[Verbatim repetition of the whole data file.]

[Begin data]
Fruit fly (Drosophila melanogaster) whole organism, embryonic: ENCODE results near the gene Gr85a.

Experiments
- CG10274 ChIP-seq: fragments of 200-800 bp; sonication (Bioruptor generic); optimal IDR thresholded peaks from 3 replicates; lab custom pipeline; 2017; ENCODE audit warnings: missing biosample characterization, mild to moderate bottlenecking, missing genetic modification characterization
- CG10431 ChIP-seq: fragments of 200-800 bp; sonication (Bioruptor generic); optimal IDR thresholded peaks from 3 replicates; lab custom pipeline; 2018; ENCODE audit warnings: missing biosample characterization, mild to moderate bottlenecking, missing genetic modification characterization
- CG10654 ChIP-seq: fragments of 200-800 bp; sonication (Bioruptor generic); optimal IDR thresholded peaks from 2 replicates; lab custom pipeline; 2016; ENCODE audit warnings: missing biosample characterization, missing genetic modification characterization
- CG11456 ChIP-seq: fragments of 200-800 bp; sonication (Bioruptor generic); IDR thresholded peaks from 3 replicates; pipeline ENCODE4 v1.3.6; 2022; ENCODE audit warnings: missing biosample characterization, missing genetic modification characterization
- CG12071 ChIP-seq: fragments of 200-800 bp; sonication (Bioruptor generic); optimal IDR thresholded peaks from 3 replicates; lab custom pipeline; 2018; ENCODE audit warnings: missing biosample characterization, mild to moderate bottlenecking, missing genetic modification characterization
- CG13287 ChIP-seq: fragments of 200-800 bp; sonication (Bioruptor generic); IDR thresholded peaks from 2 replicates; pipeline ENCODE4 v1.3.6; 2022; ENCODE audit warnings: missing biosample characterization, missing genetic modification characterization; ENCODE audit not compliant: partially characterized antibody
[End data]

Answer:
Fruit fly (Drosophila melanogaster) whole organism, embryonic: ENCODE results near the gene Gr85a.

Experiments
- CG10274 ChIP-seq: fragments of 200-800 bp; sonication (Bioruptor generic); optimal IDR thresholded peaks from 3 replicates; lab custom pipeline; 2017; ENCODE audit warnings: missing biosample characterization, mild to moderate bottlenecking, missing genetic modification characterization
- CG10431 ChIP-seq: fragments of 200-800 bp; sonication (Bioruptor generic); optimal IDR thresholded peaks from 3 replicates; lab custom pipeline; 2018; ENCODE audit warnings: missing biosample characterization, mild to moderate bottlenecking, missing genetic modification characterization
- CG10654 ChIP-seq: fragments of 200-800 bp; sonication (Bioruptor generic); optimal IDR thresholded peaks from 2 replicates; lab custom pipeline; 2016; ENCODE audit warnings: missing biosample characterization, missing genetic modification characterization
- CG11456 ChIP-seq: fragments of 200-800 bp; sonication (Bioruptor generic); IDR thresholded peaks from 3 replicates; pipeline ENCODE4 v1.3.6; 2022; ENCODE audit warnings: missing biosample characterization, missing genetic modification characterization
- CG12071 ChIP-seq: fragments of 200-800 bp; sonication (Bioruptor generic); optimal IDR thresholded peaks from 3 replicates; lab custom pipeline; 2018; ENCODE audit warnings: missing biosample characterization, mild to moderate bottlenecking, missing genetic modification characterization
- CG13287 ChIP-seq: fragments of 200-800 bp; sonication (Bioruptor generic); IDR thresholded peaks from 2 replicates; pipeline ENCODE4 v1.3.6; 2022; ENCODE audit warnings: missing biosample characterization, missing genetic modification characterization; ENCODE audit not compliant: partially characterized antibody